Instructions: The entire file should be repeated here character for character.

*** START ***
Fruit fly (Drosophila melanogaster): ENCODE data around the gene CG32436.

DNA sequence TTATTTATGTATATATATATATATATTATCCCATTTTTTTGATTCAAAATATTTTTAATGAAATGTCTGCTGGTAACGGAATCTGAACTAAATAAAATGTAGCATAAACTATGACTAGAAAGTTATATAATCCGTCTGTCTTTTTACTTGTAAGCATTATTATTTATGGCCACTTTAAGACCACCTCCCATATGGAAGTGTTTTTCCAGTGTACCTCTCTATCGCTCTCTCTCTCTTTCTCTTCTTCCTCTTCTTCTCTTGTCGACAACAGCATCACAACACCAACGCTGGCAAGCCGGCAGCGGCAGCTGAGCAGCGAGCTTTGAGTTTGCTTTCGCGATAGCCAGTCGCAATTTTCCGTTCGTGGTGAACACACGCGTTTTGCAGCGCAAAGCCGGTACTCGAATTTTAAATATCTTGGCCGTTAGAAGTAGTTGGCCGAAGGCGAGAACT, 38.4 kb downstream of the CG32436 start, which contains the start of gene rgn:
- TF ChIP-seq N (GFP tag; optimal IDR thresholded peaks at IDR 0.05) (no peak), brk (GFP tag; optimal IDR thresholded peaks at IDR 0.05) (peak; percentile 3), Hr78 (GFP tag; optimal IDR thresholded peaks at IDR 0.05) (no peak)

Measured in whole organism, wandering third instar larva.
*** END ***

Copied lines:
Fruit fly (Drosophila melanogaster): ENCODE data around the gene CG32436.

DNA sequence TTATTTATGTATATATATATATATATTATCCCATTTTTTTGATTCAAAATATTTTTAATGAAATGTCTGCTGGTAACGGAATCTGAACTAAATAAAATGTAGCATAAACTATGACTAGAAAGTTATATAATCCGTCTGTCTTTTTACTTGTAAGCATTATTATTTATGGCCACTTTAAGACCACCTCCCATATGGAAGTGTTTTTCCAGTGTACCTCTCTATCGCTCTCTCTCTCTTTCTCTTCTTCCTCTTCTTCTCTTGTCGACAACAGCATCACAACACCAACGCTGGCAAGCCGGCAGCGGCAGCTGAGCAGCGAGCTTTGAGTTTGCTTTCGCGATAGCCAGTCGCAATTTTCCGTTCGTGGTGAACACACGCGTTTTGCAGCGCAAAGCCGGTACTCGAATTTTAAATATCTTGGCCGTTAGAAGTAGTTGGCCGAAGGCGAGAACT, 38.4 kb downstream of the CG32436 start, which contains the start of gene rgn:
- TF ChIP-seq N (GFP tag; optimal IDR thresholded peaks at IDR 0.05) (no peak), brk (GFP tag; optimal IDR thresholded peaks at IDR 0.05) (peak; percentile 3), Hr78 (GFP tag; optimal IDR thresholded peaks at IDR 0.05) (no peak)

Measured in whole organism, wandering third instar larva.